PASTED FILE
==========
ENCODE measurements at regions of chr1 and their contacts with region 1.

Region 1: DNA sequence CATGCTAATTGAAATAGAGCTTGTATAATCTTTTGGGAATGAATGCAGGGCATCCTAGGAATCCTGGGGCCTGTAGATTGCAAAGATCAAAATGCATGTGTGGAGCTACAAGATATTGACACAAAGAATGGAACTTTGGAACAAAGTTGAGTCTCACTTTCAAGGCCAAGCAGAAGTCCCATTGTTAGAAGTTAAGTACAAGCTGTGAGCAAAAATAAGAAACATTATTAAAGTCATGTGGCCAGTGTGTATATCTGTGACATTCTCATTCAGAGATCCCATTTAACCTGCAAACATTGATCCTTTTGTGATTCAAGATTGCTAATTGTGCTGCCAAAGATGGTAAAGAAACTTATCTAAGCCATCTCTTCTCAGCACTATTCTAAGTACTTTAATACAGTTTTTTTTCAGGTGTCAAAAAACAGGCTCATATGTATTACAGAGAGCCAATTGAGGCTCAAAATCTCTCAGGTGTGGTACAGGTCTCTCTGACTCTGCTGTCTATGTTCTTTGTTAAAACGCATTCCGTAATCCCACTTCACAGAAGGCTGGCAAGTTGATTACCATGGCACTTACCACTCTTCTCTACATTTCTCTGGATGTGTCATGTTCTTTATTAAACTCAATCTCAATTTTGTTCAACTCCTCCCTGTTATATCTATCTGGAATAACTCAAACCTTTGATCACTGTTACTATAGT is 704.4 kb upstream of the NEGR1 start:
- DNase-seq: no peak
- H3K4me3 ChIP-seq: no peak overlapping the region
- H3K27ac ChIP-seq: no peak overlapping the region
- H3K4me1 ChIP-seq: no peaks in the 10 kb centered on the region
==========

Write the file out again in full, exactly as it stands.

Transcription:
ENCODE measurements at regions of chr1 and their contacts with region 1.

Region 1: DNA sequence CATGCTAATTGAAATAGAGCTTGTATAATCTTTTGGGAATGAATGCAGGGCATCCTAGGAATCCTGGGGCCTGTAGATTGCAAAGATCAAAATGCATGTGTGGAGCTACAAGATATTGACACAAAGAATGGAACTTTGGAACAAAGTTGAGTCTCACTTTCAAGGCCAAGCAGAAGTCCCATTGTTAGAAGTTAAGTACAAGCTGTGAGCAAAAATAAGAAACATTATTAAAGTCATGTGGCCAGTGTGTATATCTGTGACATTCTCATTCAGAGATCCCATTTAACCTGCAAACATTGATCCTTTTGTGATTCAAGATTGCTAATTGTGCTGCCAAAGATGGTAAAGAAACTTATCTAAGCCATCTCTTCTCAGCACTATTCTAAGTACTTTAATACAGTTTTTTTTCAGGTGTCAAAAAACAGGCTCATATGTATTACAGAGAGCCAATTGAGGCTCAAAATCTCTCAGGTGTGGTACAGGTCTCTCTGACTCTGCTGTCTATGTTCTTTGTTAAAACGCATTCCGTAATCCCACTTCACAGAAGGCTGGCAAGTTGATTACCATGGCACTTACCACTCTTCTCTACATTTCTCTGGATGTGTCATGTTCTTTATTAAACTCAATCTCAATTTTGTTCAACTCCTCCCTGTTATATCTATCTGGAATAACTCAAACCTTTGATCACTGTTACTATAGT is 704.4 kb upstream of the NEGR1 start:
- DNase-seq: no peak
- H3K4me3 ChIP-seq: no peak overlapping the region
- H3K27ac ChIP-seq: no peak overlapping the region
- H3K4me1 ChIP-seq: no peaks in the 10 kb centered on the region